Bad mildew alert well worth heeding

24 May 2002

Bad mildew alert well worth heeding

As much as 64% of the

sugar beet crop is

expected to be hit by

mildew by the end of

August, according to this

years forecast from IACR-

Brooms Barn

THE mildew forecast, based on the number of ground frosts in February and March, indicates a very early and severe mildew epidemic, warns Dr Mike Asher of IACR-Brooms Barn.

"It means that crops in all regions, except possibly the far north, are likely to respond to treatment, with big benefits expected to be seen in many areas," he says.

His advice is to inspect crops weekly from mid-July, using the full recommended rate of fungicide applied within 7-10 days of finding the first mildew infected plants.

"Treatment up to early September will still be worthwhile, with the possible exception of the earliest lifted crops."

Fungicide trials over the past three years have shown that even in low disease years there is still an advantage from using triazoles, he says. "That was very apparent last year. Survey statistics show that only 25% of the crop area was infected with mildew by the end of August, and in trials very little disease was recorded on untreated plots. In previous years, colonisation by mildew had reached 50-60% of the leaf area by the same time."

Despite this, all treatments tested in 2001 gave healthy margins over product cost. Punch C (flusilazole + carbendazim), Alto 240 EC (cyproconazole) and Thiovit (sulphur) were applied once, at recommended rates, in late July/early August.

"During the disease assessments, it was apparent that there had been little mildew development in August and September," says Dr Asher. "So responses were less than in previous years, but still averaged 4t/ha, 3.3t/ha and 2.9t/ha from Punch C, Alto and Thiovit, respectively."

As in previous years, Punch C gave the most cost-effective return. "These trials are further proof that even in low mildew years and at C prices, significant returns can be achieved, especially from the triazoles.

"In high disease years, such as 1999 and 2000, Punch C gave about twice these returns," he says.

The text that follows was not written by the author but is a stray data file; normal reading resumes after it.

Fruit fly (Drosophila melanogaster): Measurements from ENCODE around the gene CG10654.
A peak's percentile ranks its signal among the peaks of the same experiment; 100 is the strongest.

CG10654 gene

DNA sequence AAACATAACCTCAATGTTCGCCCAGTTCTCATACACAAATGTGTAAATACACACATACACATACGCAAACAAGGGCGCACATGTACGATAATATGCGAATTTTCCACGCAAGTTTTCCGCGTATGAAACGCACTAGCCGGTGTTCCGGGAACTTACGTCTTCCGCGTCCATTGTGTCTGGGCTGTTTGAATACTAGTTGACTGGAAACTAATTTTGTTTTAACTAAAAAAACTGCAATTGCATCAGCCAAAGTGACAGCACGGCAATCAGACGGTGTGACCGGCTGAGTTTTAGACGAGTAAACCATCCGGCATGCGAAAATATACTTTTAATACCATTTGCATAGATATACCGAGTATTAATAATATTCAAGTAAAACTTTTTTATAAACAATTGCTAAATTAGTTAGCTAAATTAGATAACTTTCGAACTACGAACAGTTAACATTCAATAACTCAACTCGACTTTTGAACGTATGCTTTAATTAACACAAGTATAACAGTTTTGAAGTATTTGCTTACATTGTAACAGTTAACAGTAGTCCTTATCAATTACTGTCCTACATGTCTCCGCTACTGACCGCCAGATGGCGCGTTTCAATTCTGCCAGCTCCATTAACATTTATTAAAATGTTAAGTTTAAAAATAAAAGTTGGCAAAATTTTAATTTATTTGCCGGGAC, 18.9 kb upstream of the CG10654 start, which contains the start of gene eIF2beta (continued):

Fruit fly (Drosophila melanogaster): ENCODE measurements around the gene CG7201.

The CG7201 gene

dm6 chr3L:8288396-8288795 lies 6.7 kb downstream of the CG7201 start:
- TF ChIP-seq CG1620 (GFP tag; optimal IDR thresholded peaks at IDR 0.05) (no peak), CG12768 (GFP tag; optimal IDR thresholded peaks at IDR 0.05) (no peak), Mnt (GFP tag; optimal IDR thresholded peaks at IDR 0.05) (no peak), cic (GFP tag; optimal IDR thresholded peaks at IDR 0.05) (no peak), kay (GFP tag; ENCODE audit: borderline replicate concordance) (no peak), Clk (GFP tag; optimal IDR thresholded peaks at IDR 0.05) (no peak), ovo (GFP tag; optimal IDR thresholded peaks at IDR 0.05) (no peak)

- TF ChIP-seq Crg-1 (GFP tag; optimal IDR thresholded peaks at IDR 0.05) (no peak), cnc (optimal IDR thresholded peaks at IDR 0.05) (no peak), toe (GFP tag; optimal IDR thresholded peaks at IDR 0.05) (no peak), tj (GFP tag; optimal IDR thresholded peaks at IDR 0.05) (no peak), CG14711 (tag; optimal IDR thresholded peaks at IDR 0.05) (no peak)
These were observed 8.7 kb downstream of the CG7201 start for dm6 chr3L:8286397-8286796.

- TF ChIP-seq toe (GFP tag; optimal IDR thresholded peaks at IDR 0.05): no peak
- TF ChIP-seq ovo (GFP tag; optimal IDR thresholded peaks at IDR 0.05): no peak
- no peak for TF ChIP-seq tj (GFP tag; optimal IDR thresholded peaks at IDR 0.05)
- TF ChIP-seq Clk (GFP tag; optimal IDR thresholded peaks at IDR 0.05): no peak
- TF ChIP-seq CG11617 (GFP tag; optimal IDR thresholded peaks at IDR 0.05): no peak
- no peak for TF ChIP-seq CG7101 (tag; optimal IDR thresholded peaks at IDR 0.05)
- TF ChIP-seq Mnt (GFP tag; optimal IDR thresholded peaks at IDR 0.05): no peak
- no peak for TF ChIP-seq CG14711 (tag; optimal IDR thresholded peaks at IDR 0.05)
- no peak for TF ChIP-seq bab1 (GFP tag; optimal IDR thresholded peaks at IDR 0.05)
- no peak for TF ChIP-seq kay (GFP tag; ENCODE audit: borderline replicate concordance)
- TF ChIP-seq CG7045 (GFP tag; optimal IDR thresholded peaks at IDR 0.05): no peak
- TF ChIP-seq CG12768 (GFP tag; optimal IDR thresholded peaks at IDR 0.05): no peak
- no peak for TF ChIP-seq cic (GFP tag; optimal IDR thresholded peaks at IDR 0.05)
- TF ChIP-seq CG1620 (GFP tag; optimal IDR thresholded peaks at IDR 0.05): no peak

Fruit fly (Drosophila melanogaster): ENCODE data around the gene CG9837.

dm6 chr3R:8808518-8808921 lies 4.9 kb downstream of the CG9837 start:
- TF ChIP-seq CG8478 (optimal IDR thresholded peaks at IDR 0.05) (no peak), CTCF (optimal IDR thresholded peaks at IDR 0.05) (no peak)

Soil-borne diseases were favoured by last years late drilling and persistent wet conditions, reports Dr Asher.

"There were reports of seedling losses from Aphanomyces blackleg. But it was largely controlled by tachigaren in the seed pellet."

Deformed roots were seen on plants which had survived the initial attack. "In some fields, these occurred in quite large patches of the crop."

Rhizoctonia was the other cause of patches of poor growth. "This disease mainly manifests itself as stunted plants with fangy roots and a proliferation of laterals. At present, there is no known control measure for the disease."

A record number of rhizomania contaminated fields were detected last year, bringing the total area up to 7323ha (18,095 acres).

"But despite the unprecedented number of new farms affected in 2001, the cumulative area is still only about 1% of our total beet growing land," notes Dr Asher. "Most of the outbreaks were on light sandy soils in East Anglia."

Most crops were drilled a month later than normal last year, into soils that were already warm. "So rhizomania was predicted to show up more widely. And the aerial survey by DEFRA in August was helped by crops remaining green."

Future management of the disease is under discussion, as the UKs Protected Zone Status for rhizomania lapsed in March 2002. "So the disease is no longer under statutory control." &#42

Cost(£) Ave yield increase Margin (£/ha) Margin (£/ha)

(adj t/ha) (A/B quota) (C quota)

Punch 16.0 4.0 96 32

Alto 13.5 3.3 79 26

Sulphur 6.0 2.9 75 29

The longer diseases can be kept out of the crop the sweeter the final outcome. Mildew is set to be the main target this season.

1Mildew forecast 64% of crop area will be affected by end of August.

2Action Inspect crops weekly from mid-July onwards.

3Treatment Apply full fungicide rates 7-10 days after finding infected plants.

4Fungicide trials Significant returns from fungicides, especially triazoles, even at C prices.

5 Punch C Gave highest returns in 1999, 2000 and 2001 trials.

6Root diseases Favoured by last years late drilling and wet conditions.

7Aphanomyces blackleg Caused seedling loss and deformed roots where not controlled.

8Rhizoctonia Symptoms are stunted plants with fangy roots and many laterals. No control measures.

9Rhizomania Record number of contaminated fields detected last year.

10Future policy Under discussion now that rhizomania not under statutory control.

Fortress benefits

Brooms Barn trialled the fungicide quinoxyfen, newly approved as Fortress for use in sugar beet to control powdery mildew, in 1998 and 1999, notes Dr Asher.

"Unfortunately there wasnt a lot of mildew in those trials in either season. We know quinoxyfen is mildew specific and it produced a yield equivalent to other fungicides.

"What we dont know is whether it provides the same physiological benefits as triazoles into late autumn."

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